18. Improving toxicity screening and drug development by using genetically defined strains.

    Science.gov (United States)

    Festing, Michael F W

    2010-01-01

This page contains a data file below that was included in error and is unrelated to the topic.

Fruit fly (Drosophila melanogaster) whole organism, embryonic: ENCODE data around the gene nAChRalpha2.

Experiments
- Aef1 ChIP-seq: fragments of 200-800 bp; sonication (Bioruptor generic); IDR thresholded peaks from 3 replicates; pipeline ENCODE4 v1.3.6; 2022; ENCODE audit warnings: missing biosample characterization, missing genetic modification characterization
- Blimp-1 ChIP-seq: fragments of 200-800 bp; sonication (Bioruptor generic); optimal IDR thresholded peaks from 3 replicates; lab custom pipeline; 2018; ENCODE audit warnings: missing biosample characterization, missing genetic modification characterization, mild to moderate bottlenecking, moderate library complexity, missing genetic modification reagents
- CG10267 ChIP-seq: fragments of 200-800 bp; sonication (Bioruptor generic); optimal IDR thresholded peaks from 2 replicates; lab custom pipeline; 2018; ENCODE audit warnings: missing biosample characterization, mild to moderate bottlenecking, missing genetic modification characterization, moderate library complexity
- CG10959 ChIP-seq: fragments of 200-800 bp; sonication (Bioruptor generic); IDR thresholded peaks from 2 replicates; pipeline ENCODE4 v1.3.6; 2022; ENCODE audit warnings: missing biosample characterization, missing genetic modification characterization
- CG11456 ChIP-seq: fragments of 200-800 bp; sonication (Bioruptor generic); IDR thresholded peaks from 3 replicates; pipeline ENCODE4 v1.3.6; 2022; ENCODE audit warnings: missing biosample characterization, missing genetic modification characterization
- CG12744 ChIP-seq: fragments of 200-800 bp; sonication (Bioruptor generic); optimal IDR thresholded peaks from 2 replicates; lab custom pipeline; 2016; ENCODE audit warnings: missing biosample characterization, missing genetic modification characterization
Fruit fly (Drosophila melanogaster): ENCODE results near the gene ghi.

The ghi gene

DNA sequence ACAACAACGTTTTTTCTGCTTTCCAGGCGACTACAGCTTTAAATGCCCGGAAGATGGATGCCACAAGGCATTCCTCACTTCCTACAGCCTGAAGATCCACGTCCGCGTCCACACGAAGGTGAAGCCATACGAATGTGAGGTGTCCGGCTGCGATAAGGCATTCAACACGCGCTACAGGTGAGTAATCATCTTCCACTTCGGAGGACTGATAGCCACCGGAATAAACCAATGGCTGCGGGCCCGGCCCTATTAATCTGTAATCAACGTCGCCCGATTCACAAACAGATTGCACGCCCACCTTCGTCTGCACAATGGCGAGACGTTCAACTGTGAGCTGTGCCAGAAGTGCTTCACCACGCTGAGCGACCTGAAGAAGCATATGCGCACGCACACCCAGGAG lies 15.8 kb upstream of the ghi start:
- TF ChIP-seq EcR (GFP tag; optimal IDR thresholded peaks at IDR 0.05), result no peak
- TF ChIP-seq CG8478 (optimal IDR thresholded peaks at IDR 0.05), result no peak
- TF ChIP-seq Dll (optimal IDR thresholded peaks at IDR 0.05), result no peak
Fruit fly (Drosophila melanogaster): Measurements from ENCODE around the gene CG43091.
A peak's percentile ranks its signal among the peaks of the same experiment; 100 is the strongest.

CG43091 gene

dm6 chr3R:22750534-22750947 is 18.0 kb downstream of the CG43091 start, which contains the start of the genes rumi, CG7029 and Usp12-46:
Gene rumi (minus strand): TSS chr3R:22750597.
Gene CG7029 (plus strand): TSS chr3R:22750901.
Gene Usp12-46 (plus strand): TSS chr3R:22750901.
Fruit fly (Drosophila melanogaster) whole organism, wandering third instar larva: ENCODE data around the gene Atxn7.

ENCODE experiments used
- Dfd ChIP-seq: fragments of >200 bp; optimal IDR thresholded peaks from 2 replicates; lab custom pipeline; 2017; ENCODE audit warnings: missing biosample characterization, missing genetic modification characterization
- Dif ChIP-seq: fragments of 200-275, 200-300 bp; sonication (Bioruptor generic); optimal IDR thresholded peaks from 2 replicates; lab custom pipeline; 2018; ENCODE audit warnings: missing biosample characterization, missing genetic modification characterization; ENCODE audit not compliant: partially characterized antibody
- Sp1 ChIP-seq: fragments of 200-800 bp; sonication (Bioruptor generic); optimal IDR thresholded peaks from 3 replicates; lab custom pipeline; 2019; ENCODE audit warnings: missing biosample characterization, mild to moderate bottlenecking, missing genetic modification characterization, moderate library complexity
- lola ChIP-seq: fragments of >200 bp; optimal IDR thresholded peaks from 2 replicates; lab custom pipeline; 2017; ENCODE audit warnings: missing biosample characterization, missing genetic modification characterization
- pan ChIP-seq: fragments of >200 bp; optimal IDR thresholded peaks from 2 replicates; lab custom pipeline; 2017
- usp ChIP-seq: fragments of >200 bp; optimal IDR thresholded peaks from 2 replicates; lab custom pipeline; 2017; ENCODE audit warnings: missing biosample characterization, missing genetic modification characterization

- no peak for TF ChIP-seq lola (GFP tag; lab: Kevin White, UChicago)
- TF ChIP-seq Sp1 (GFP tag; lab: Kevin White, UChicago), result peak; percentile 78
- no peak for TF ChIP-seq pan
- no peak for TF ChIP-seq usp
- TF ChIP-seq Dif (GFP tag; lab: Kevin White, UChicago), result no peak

According to the US Food and Drugs Administration (Food and Drug Administration (2004) Challenge and opportunity on the critical path to new medical products.) "The inability to better assess and predict product safety leads to failures during clinical development and, occasionally, after marketing". This increases the cost of new drugs as clinical trials are even more expensive than pre-clinical testing.One relatively easy way of improving toxicity testing is to improve the design of animal experiments. A fundamental principle when designing an experiment is to control all variables except the one of interest: the treatment. Toxicologist and pharmacologists have widely ignored this principle by using genetically heterogeneous "outbred" rats and mice, increasing the chance of false-negative results. By using isogenic (inbred or F1 hybrid, see Note 1) rats and mice instead of outbred stocks the signal/noise ratio and the power of the experiments can be increased at little extra cost whilst using no more animals. Moreover, the power of the experiment can be further increased by using more than one strain, as this reduces the chance of selecting one which is resistant to the test chemical. This can also be done without increasing the total number of animals by using a factorial experimental design, e.g. if the ten outbred animals per treatment group in a 28-day toxicity test were replaced by two animals of each of five strains (still ten animals per treatment group) selected to be as genetically diverse as possible, this would increase the signal/noise ratio and power of the experiment. This would allow safety to be assessed using the most sensitive strain.Toxicologists should also consider making more use of the mouse instead of the rat. They are less costly to maintain, use less test substance, there are many inbred and genetically modified strains, and it is easier to identify gene loci controlling variation in response to xenobiotics in this species.We demonstrate